Apo A-IV allele was associated with variation in response to dietary cholesterol.31 Our study approached the issue of variability in
dietary responsiveness from a different angle: we evaluated dietary responsiveness
in families who shared lifestyle and dietary habits as well as genetic background.
ApoE and 7 α-hydroxylase are excellent candidate genes for dietary
responsiveness, since both influence LDL-C levels,17,32
and dietary responsiveness is known to be influenced by baseline LDL-C levels.33 We did not find a significant association between
7 α-hydroxylase genotype and dietary responsiveness, but we did observe
a small effect for ApoE genotype on the dietary response in adults but not
in children. Our failure to confirm an association between ApoE genotype and
responsiveness in children may be because of inadequate power or age differences
in the expression of ApoE, since not all studies in children have found an
ApoE influence on ad libitum LDL-C cholesterol levels34- 36
Similar to studies finding an association between ApoE genotype and response,
only 5% to 10% of variance could be attributed to ApoE variation.30
The observation that obese persons are less responsive to diet modification
adds to a growing literature linking body weight to lipids and to dietary
response. The linear and positive relationship between body weight and LDL-C
levels is present in younger persons but appears blunted by age.37,38
In children with familial hypercholesterolemia, body fat is a significant
predictor of ad libitum LDL-C levels.36 Thus,
it should not be surprising that body weight, like ApoE genotype, is an excellent
candidate factor for predicting responsiveness. Several studies have observed
that obese women compared with lean women are less responsive to a cholesterol-lowering
diet.39,40 One study found no
difference in response between obese and nonobese men,41
but another observed that nonobese, overweight men achieved only half of the
LDL-C level reduction by diet achieved by lean men.41
Our findings confirm and extend the notion that body weight predicts dietary
responsiveness in children as well as adults and for body weight differences
even among those who are lean. Excess body weight has no age or sex bias—people
who are overweight achieve less of a cholesterol reduction by diet than people
who are lean.
We measured CE fatty acids as a biological marker of adherence.42,43 In our study, the 18:2 content of
the margarine diet was far greater than that of the butter diet. The expected
increase in the CE content of 18:2 was observed, confirming adherence. Besides
a marker of adherence, we did not anticipate the contribution that other factors
make in determining CE content. The CE fatty acid content varies within a
relatively narrow range,44 does not predict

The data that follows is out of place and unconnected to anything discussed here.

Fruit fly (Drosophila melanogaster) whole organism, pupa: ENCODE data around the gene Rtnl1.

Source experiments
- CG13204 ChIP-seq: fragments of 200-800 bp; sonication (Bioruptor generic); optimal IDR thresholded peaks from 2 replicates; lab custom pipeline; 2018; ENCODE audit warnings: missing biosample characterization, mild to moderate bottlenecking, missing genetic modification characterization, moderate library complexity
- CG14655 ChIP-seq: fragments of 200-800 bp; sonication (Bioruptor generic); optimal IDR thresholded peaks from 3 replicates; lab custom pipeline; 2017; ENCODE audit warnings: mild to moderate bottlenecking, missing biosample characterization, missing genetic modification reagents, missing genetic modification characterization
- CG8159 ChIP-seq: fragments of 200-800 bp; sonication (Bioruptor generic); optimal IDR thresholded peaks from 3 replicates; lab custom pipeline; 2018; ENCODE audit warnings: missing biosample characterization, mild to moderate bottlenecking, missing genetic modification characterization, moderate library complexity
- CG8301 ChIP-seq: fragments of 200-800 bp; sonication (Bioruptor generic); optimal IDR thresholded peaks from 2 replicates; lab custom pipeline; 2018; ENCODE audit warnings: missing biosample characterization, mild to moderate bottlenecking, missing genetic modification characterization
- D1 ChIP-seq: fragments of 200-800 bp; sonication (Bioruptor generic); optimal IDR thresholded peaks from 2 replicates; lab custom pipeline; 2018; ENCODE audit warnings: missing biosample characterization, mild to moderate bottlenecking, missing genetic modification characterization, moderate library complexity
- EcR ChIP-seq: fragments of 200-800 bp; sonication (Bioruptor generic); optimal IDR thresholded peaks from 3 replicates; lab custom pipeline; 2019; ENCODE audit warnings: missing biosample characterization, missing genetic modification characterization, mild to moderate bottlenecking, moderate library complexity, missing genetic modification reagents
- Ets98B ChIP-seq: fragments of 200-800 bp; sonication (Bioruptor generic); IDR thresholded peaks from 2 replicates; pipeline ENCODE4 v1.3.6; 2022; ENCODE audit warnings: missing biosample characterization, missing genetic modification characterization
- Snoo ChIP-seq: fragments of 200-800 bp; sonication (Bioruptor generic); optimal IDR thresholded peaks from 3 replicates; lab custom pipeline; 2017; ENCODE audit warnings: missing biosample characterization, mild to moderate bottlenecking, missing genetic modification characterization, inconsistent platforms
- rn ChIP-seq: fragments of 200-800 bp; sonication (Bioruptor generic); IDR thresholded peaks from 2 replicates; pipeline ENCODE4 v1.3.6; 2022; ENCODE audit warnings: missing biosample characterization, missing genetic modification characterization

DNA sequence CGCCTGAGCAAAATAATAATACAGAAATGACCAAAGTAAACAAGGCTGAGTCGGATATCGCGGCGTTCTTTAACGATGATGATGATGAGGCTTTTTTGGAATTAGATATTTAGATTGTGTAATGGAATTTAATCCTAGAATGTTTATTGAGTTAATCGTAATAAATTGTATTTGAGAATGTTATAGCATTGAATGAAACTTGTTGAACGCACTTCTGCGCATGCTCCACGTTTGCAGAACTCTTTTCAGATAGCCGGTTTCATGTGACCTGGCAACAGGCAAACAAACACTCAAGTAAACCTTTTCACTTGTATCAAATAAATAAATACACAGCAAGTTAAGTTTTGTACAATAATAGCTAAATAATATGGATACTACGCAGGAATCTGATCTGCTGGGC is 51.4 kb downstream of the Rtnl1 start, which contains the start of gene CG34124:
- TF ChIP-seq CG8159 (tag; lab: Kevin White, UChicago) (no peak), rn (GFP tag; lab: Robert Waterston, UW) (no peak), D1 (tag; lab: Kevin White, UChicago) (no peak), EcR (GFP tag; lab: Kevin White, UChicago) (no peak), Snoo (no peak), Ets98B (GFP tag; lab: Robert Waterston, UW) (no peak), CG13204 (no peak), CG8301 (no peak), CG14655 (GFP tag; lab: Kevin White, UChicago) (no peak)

serum cholesterol levels,45 and may be subject
to genetic regulation. In a study of 69 twin pairs and their brothers, monozygotic
twins had smaller differences in CE fatty acid content compared with dizygotic
twins and brothers.46 Body weight can alter
CE fatty acid content. In the Atherosclerosis Risk in Communities study, even
after stratifying for dietary intakes, the CE saturated fatty acid levels
were higher and the CE content 18:2 was lower in overweight men and women
than lean men and women.47
When all subjects are stratified by categories of BMI, clear differences
in the change in CE fatty acid levels by diet were observed. Although a relative
increase in CE 18:2 content in the margarine intake period was seen in every
category of BMI, obese and overweight persons had less excursion in the CE
fatty acid levels during dietary modification than more lean persons. The
strong interrelationships between dietary responsiveness, CE ratio, and BMI
raise the hypothesis that the influence of dietary fatty acids on serum cholesterol
levels is tempered by the pool of endogenous fatty acids held in adipose tissue.
If relatively fixed concentrations of fatty acids in adipose tissue48 mix with dietary fatty acids and compete for hepatic
uptake, even on a low saturated fatty acid diet an obese person's liver is
exposed to more saturated fatty acid flux than a lean person's liver. One
can only speculate whether differences in fatty acid flux can explain the
observations that obese persons are less responsive to diet and have higher
cholesterol levels than lean persons.
The unimodal distribution of dietary responses observed in our study
are consistent with our failure to identify a single genetic factor that accounts
for variation in dietary response. By studying families, we could determine
that 40% of the variability in response to a cholesterol-lowering diet is
due to shared traits, whether these are heritable or habitual. Furthermore,
our study underscores the nearly universal response to a cholesterol-lowering
diet in both children and adults. This finding confirms the long standing
recommendation promoting a cholesterol-lowering diet for the population at